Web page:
In the last 10 years, there has been incredible progress all across the world to break the silence around menstruation. From May 28 being internationally recognized as Menstrual Health Day, to the eons of news stories about how communities and governments are working to reduce menstrual inequity through progressive legislation and education, real progress has been made to make menstruation matter and destigmatize periods.
Sadly, Ralf Dümmer’s enthusiastic but tone-deaf investment is a sad reminder of all the work that still needs to be done to educate investors and men in positions of power about whose problems are actually being addressed.
Why does this matter? The ease in which Raimkulow and Ritterswürden were able to get money for their absurd innovation is the crux of the problem in accelerating the women’s health markets more broadly.
The comparison between Pinky Gloves and Ooshi demonstrates that female founders are held to different standards than their male counterparts with their innovations and businesses held to greater scrutiny.
This disparity gets wider when we look at other founders representing minority groups who pitch brilliant businesses and are systematically ignored or minimized throughout the investment process.
This is not to say that one has to always represent the group you are designing for, but any woman on the street could have told Raimkulow and Ritterswürden that Pinky Gloves were a bad idea.
It is critical that investors do more to question their own internal bias to help close the financial gap for founders, and to build better products and services that meet the diverse needs all people. Whether you are motivated by profit or impact- know your audience!
What can be done, marching forward
In addition to increasing investor education, we need innovative solutions that seek to address women’s actual pain points and unmet needs. Great products usually solve critical problems, and it’s unclear what and whose ‘problem’ Pinky Gloves were really trying to solve.
In an apology statement the company has since announced that Pinky Gloves will be taken off the market. This decision hopefully reflects a crucial learning curve in understanding how to innovate for and with women, but also how investors think about and participate in the women’s health market opportunity and who they support to enable that to happen.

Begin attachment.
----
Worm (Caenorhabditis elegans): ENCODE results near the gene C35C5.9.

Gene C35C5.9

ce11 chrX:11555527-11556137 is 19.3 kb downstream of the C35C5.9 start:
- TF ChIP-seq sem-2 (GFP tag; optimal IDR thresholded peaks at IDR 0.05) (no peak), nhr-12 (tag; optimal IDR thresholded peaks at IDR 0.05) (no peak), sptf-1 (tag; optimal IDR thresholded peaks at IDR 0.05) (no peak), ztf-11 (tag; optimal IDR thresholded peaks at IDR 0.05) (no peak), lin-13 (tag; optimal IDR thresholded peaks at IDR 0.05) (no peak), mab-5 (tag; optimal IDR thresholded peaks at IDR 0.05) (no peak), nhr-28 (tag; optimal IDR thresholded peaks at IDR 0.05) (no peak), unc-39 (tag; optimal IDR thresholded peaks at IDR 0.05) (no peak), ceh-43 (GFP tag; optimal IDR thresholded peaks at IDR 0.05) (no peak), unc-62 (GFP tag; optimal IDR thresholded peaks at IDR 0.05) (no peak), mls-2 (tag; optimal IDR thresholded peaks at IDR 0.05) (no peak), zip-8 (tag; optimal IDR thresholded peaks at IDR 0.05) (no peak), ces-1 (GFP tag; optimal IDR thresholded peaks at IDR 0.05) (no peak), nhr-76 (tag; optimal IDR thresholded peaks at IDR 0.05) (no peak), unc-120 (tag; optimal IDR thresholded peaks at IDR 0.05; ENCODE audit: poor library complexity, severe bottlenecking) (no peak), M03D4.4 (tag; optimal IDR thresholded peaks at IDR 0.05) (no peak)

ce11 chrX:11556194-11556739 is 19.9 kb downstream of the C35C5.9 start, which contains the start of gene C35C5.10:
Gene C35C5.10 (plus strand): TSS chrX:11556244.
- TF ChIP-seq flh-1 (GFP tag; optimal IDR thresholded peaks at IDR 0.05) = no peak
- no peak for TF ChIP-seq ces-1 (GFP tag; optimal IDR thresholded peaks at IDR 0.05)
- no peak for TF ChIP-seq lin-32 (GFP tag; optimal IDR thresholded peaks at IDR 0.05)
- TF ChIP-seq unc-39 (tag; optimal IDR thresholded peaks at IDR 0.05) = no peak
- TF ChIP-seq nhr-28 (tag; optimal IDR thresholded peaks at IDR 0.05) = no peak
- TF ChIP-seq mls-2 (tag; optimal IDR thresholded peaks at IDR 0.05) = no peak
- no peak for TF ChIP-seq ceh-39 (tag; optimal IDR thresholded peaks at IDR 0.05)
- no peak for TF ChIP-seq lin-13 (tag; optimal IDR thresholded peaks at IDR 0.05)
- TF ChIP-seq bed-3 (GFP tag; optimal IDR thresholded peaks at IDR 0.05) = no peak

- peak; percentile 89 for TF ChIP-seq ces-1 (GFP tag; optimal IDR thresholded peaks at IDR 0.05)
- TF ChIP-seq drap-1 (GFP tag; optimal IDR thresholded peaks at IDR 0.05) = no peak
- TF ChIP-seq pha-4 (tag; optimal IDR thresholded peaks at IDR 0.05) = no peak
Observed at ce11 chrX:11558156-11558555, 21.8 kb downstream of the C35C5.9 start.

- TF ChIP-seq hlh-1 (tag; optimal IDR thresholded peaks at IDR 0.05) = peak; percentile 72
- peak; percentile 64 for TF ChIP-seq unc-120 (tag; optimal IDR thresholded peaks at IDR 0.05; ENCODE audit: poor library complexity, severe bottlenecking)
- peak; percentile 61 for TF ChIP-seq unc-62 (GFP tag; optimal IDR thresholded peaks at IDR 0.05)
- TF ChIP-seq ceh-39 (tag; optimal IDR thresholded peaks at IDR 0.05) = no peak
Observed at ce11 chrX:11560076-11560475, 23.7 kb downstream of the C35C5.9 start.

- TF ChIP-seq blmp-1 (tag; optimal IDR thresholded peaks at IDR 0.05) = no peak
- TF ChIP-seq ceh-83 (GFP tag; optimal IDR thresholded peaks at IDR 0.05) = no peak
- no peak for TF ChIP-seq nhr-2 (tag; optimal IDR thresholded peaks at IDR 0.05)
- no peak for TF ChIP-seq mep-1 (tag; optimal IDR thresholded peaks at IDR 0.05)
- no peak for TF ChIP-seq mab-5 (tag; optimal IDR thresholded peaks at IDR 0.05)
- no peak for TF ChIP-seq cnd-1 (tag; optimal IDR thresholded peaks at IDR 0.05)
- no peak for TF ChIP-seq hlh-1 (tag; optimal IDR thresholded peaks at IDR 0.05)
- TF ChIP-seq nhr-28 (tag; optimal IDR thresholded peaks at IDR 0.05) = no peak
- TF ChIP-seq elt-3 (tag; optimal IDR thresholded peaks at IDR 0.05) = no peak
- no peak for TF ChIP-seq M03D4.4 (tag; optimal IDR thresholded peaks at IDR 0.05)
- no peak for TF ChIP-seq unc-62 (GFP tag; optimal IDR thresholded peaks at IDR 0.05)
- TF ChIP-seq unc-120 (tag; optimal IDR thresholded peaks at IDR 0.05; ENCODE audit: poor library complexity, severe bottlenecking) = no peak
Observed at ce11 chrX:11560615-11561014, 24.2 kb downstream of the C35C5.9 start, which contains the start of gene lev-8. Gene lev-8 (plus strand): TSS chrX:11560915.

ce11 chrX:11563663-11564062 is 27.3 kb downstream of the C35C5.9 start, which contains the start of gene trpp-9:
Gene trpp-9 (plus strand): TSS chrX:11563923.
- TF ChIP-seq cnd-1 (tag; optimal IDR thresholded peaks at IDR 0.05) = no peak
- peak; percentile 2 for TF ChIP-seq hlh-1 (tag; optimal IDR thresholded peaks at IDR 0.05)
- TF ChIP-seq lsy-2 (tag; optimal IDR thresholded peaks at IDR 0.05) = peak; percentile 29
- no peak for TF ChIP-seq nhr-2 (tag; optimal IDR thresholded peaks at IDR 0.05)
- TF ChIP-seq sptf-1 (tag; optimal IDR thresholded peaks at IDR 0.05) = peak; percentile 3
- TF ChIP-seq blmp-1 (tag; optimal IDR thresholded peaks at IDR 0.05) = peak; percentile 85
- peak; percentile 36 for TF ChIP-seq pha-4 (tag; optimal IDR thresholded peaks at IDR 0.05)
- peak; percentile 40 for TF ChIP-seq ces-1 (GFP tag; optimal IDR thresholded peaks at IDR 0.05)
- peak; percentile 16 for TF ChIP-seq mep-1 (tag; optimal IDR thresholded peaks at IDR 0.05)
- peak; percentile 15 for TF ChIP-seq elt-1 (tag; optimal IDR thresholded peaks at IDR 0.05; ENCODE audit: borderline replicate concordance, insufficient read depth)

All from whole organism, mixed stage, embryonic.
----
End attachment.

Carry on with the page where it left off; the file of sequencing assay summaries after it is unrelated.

With Pinky Gloves, we’ve seen an incredible phenomenon take place: Consumer pressure in response to bad products and businesses has actually led to a company deciding to call it quits. The activism around women’s and menstrual health has really served as a critical lever to hold both the male founders who created Pinky Gloves accountable, but also the investor who foolishly decided to support them.
While this revolution of consumer influence may be as exhausting as it is beautiful and powerful, moving forward, businesses must be more cognizant of what they’re doing, for whom they’re doing it, and what their role truly is in creating a more gender-equal world.
At Madami, we developed Women-Centered Design (WCD) to help entrepreneurs test and refine their innovations around women’s needs, as well as to understand the gender dynamics that influence their health and consumer decisions. Utilizing WCD principles can fundamentally improve the design and uptake of products, services and programs. At the same time, WCD has the potential to maximise return on investment because it creates space for understanding the complex factors that impact women’s decision-making as users and consumers.
Women-Centered Design could have really helped Pinky Gloves understand at an earlier stage that their product-market fit, cost and marketing strategy do not actually work to solve any of women’s issues.
Top Take-Aways from #PinkyGate
- For the men in our lives who just need to learn more: Encourage education and open discussions through fun, easy-to-understand resource and opportunities. Clue’s encyclopedia and the OH WOMAN board game are two of our favorite ways to share knowledge without being rude, aggressive or off-putting.
- For innovators: Consult women and girls* and involve them at every stage of product development, especially if it is a product created by men and intended for women to use
- For investors: Put your money where your mouth should be, and increase investment into the Menstrual Health and Hygiene (MHH) space to support existing innovations and scalable business models. A potential co-investor like The Case For Her would be happy to have you at the table!
- For everyone else: Expert and solutionary innovation agencies such as Madami exist specifically to help refine ideas to ensure that products and services truly serve those the innovations are intending to empower. Get in touch to learn more!
Women* and girls* is used to refer to the majority of people who menstruate, however we acknowledge that not all people who menstruate are women and not all women menstruate.